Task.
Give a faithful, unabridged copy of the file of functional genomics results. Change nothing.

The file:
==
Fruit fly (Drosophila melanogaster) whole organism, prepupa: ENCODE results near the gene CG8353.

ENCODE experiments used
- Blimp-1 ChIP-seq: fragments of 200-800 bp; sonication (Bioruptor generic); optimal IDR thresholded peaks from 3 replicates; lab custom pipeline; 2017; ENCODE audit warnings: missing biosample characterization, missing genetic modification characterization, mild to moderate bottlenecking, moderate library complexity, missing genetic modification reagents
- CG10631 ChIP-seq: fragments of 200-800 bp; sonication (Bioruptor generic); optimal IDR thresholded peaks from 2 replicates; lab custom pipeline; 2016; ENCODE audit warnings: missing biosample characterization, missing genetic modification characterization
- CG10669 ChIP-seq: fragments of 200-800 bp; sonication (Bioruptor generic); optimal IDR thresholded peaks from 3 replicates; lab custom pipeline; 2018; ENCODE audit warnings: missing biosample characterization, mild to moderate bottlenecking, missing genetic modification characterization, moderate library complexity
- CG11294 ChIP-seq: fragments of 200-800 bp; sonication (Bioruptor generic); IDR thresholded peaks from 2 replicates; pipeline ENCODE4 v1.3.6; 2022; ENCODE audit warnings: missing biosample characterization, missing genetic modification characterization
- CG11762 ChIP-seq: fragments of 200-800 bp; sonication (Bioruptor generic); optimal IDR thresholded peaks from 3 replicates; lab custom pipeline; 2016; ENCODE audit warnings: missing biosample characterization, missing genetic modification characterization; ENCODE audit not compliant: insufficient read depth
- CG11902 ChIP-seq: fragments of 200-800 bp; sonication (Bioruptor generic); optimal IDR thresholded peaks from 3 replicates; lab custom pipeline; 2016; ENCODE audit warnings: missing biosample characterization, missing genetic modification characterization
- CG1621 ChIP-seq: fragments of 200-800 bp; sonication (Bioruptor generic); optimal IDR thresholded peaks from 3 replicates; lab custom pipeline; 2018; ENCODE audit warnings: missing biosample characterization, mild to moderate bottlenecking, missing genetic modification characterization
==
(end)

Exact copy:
Fruit fly (Drosophila melanogaster) whole organism, prepupa: ENCODE results near the gene CG8353.

ENCODE experiments used
- Blimp-1 ChIP-seq: fragments of 200-800 bp; sonication (Bioruptor generic); optimal IDR thresholded peaks from 3 replicates; lab custom pipeline; 2017; ENCODE audit warnings: missing biosample characterization, missing genetic modification characterization, mild to moderate bottlenecking, moderate library complexity, missing genetic modification reagents
- CG10631 ChIP-seq: fragments of 200-800 bp; sonication (Bioruptor generic); optimal IDR thresholded peaks from 2 replicates; lab custom pipeline; 2016; ENCODE audit warnings: missing biosample characterization, missing genetic modification characterization
- CG10669 ChIP-seq: fragments of 200-800 bp; sonication (Bioruptor generic); optimal IDR thresholded peaks from 3 replicates; lab custom pipeline; 2018; ENCODE audit warnings: missing biosample characterization, mild to moderate bottlenecking, missing genetic modification characterization, moderate library complexity
- CG11294 ChIP-seq: fragments of 200-800 bp; sonication (Bioruptor generic); IDR thresholded peaks from 2 replicates; pipeline ENCODE4 v1.3.6; 2022; ENCODE audit warnings: missing biosample characterization, missing genetic modification characterization
- CG11762 ChIP-seq: fragments of 200-800 bp; sonication (Bioruptor generic); optimal IDR thresholded peaks from 3 replicates; lab custom pipeline; 2016; ENCODE audit warnings: missing biosample characterization, missing genetic modification characterization; ENCODE audit not compliant: insufficient read depth
- CG11902 ChIP-seq: fragments of 200-800 bp; sonication (Bioruptor generic); optimal IDR thresholded peaks from 3 replicates; lab custom pipeline; 2016; ENCODE audit warnings: missing biosample characterization, missing genetic modification characterization
- CG1621 ChIP-seq: fragments of 200-800 bp; sonication (Bioruptor generic); optimal IDR thresholded peaks from 3 replicates; lab custom pipeline; 2018; ENCODE audit warnings: missing biosample characterization, mild to moderate bottlenecking, missing genetic modification characterization